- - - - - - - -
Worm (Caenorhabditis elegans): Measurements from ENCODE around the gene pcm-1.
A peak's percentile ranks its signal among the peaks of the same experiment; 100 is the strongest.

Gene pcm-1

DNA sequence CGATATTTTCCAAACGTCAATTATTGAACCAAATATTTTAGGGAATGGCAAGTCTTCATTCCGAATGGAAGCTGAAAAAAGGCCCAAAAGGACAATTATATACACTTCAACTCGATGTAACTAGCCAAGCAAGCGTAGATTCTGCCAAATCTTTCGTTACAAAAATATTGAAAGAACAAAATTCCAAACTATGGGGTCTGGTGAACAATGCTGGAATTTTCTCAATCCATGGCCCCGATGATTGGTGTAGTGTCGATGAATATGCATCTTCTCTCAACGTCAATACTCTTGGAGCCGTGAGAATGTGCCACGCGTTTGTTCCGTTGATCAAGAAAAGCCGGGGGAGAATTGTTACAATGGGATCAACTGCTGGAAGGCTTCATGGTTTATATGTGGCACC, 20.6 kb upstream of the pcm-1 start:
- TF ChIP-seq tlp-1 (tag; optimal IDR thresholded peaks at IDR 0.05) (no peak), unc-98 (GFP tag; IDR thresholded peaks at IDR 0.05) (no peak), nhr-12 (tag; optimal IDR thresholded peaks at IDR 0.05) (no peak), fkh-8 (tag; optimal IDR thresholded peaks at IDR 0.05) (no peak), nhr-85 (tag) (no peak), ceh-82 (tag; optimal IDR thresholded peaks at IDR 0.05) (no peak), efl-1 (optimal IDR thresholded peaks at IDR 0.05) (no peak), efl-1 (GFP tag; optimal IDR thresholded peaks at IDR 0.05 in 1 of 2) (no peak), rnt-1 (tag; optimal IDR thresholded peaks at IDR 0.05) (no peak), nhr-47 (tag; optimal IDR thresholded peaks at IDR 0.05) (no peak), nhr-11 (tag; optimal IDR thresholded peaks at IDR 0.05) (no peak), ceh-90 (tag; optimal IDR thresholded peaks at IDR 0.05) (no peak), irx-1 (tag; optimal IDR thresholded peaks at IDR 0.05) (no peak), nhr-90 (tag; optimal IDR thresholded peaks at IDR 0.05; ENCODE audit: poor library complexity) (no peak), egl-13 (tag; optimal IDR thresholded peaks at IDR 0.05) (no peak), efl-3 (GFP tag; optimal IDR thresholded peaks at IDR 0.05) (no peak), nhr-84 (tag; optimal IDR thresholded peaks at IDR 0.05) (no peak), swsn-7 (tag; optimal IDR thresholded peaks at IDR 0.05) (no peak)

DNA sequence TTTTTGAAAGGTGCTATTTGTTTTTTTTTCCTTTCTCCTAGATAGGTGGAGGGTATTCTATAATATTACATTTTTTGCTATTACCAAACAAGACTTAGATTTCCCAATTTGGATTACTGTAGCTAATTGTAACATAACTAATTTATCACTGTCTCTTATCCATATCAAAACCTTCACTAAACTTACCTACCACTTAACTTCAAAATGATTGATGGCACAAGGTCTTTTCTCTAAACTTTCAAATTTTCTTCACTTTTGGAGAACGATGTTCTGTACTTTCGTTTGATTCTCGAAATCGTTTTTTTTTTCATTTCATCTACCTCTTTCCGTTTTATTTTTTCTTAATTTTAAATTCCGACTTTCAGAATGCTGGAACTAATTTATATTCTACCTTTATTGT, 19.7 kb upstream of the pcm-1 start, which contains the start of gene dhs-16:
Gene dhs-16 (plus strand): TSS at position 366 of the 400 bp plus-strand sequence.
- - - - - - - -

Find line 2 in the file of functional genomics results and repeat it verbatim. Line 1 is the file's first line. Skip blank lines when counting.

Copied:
A peak's percentile ranks its signal among the peaks of the same experiment; 100 is the strongest.